Magazine article Drug Topics

Sunscreen: Help or Hindrance in Fighting Melanoma?

Magazine article Drug Topics

Sunscreen: Help or Hindrance in Fighting Melanoma?

Article excerpt

Does sunscreen help prevent melanoma? An epidemiologist at Memorial Sloan Kettering Cancer Center, New York City, cast light on the issue at a recent science conference.

Many experts advise people to wear sunscreen outdoors, because frequent sunburns have been linked to increased melanoma risk. But the deadly skin cancer continues to climb at alarming rates despite increased sunscreen use. The American Cancer Society estimates that 41,600 Americans will be diagnosed with melanoma and 7,300 will die from it in 1998.

Blanket advice to wear sunscreen as protection against melanoma is unwarranted, according to Marianne Berwick, M.D. At a Feb. 17 meeting of the American Association for the Advancement of Science, she reported that her study of 1,200 Connecticut residents, along with other epidemiologic research, revealed "no relationship between sunscreen use at any age and the development of melanoma skin cancer."

Genetics appear to overshadow other factors: People with numerous moles are six times more likely to get melanoma than those with only a few, and people with red or blond hair and light-colored eyes are six times more likely to get melanoma than those with darker complexions.

Of 10 studies, three-including Berwick's-found no link between sunscreen and the risk of melanoma. Two studies suggested that sunscreen prevents it; however, five suggested that the use of sunscreen might actually increase melanoma risk.

As a possible explanation for those five findings, Berwick observed that sun-sensitive individuals tend to use more sunscreen and are more likely to develop skin cancer regardless of sun exposure or sunscreen use. She cautioned that sun-sensitive people may be using sunscreen to stay out longer without burning when they would have otherwise sought shelter sooner. And complicating the assessment of connections between sunburns at an early age and melanoma risk was the fact that people often gave different answers at different times regarding their sunburn history.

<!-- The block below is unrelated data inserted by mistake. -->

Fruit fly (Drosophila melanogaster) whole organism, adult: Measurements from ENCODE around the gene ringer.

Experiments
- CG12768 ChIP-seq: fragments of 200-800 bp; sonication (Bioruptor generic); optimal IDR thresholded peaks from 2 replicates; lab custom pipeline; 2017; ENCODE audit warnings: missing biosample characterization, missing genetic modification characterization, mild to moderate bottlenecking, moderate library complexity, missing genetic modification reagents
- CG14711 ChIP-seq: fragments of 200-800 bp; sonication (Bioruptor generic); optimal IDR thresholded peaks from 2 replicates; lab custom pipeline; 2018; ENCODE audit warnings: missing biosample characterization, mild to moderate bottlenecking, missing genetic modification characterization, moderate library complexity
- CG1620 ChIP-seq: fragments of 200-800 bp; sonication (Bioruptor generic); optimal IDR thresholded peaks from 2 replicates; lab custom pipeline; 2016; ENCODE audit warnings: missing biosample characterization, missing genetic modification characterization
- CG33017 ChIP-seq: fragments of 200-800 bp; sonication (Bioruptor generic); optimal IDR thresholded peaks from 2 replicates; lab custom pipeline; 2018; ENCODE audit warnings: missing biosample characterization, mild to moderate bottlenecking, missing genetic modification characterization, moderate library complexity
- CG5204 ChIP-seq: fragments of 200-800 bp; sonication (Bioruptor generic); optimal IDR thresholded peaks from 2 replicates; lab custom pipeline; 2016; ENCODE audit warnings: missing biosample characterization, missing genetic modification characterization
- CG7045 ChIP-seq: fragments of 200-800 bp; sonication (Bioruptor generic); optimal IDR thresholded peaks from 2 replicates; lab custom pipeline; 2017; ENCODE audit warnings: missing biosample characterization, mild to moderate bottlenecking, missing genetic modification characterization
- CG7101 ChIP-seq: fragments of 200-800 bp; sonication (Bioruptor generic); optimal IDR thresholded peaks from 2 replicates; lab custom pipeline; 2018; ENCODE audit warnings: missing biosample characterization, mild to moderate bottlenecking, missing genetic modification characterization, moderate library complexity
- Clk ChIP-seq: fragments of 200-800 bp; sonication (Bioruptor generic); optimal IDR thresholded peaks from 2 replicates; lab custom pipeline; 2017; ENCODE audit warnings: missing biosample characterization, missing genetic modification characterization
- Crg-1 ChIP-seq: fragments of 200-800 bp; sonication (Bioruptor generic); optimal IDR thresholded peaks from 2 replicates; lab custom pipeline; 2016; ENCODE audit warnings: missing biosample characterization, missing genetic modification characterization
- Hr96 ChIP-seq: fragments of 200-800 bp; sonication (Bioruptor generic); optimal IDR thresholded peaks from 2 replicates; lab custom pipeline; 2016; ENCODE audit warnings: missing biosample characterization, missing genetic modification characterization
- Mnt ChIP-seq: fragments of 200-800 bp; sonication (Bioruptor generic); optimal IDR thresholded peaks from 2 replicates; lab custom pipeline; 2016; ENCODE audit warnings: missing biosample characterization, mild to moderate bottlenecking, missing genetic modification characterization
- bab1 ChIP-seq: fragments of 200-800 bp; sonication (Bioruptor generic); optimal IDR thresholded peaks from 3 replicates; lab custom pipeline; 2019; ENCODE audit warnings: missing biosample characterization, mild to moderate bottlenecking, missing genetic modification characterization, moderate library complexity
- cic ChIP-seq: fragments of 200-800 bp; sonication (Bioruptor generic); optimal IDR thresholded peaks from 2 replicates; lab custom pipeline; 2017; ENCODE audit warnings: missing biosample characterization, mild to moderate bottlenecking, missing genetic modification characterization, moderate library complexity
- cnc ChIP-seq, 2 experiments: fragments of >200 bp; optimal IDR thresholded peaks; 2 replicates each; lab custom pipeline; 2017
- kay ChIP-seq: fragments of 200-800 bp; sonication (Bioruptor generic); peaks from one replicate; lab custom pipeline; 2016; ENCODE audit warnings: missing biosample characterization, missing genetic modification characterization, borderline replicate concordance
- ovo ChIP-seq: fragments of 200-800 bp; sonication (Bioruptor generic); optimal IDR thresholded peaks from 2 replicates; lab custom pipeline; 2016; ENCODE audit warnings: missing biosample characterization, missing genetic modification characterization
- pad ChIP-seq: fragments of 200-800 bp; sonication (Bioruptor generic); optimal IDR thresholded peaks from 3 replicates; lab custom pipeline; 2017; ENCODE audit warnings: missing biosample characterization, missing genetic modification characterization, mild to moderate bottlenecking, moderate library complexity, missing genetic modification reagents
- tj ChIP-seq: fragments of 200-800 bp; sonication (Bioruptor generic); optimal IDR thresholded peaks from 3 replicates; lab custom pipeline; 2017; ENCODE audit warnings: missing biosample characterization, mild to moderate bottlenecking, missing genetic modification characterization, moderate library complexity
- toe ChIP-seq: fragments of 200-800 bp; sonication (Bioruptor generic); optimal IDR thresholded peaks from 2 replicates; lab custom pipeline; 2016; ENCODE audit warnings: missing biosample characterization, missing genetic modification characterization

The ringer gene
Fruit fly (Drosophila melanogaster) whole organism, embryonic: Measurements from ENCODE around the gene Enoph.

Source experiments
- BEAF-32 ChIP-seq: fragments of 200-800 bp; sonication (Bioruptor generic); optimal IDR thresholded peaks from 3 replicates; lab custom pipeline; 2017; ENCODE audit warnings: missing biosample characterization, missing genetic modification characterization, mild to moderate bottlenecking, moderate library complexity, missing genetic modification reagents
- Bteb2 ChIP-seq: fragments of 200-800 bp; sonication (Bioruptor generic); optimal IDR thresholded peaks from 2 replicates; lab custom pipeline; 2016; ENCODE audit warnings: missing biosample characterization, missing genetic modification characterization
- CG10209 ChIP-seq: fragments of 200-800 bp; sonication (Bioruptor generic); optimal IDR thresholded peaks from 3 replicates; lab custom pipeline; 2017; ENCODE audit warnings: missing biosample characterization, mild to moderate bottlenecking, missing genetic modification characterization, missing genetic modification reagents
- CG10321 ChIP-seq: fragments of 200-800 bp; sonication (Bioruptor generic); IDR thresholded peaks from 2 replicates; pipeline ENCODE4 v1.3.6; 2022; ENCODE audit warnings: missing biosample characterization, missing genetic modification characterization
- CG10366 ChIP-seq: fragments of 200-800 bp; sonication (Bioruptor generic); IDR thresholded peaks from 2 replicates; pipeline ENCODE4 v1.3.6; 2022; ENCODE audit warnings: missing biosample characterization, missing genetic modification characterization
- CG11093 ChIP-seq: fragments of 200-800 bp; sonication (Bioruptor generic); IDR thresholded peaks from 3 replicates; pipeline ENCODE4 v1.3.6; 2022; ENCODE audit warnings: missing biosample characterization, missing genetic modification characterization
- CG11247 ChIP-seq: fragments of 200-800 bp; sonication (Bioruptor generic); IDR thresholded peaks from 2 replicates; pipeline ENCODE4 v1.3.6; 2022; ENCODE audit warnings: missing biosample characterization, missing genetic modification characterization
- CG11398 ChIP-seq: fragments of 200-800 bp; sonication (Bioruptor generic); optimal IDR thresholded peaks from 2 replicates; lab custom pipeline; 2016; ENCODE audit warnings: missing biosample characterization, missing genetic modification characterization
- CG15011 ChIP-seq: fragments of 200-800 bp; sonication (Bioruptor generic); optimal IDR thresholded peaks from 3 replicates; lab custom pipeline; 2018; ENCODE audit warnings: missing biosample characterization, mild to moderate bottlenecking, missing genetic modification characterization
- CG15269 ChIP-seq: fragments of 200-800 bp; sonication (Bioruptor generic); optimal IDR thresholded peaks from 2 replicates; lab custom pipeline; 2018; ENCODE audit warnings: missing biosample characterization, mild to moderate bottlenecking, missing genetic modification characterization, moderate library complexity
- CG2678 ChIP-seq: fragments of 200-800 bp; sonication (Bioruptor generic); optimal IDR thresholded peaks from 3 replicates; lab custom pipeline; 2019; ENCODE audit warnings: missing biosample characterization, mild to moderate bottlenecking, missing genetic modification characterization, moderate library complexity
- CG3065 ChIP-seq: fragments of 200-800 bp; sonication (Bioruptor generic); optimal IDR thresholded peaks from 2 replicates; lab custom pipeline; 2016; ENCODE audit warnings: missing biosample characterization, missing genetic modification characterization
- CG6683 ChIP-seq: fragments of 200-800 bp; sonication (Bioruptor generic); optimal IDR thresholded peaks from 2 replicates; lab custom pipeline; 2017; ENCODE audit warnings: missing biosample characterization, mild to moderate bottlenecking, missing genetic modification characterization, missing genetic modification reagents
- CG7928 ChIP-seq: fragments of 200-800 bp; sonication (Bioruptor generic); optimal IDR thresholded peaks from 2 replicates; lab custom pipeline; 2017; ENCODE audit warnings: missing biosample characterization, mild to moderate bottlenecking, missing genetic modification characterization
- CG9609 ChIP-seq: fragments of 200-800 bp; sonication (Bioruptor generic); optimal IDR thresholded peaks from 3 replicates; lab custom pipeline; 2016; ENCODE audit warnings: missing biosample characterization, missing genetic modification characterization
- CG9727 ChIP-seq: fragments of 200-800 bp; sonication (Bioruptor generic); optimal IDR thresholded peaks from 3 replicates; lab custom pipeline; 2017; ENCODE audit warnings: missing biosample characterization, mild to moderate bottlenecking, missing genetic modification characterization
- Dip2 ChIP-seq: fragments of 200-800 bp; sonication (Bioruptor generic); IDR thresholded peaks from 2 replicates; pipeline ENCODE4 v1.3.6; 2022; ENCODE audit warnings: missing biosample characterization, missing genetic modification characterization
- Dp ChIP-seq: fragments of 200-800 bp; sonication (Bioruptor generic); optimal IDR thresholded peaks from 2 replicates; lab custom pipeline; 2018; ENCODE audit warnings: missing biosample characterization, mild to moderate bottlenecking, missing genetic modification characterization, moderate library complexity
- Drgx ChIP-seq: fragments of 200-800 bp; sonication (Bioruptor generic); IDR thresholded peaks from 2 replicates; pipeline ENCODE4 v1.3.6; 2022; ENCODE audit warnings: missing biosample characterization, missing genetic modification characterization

Berwick also saw a rise in intermittent sun exposure and offered it as a possible explanation for increasing melanoma rates. "Chronic sun exposure may be protective for the development of melanoma, because the skin has adapted to the sun, having become thicker as it has tanned," she explained. On the other hand, intermittent exposure appears to increase risk.

Berwick concluded that sunburn, rather than causing melanoma, is a warning sign of excessive sun exposure-particularly among those genetically susceptible because of their skin type. …

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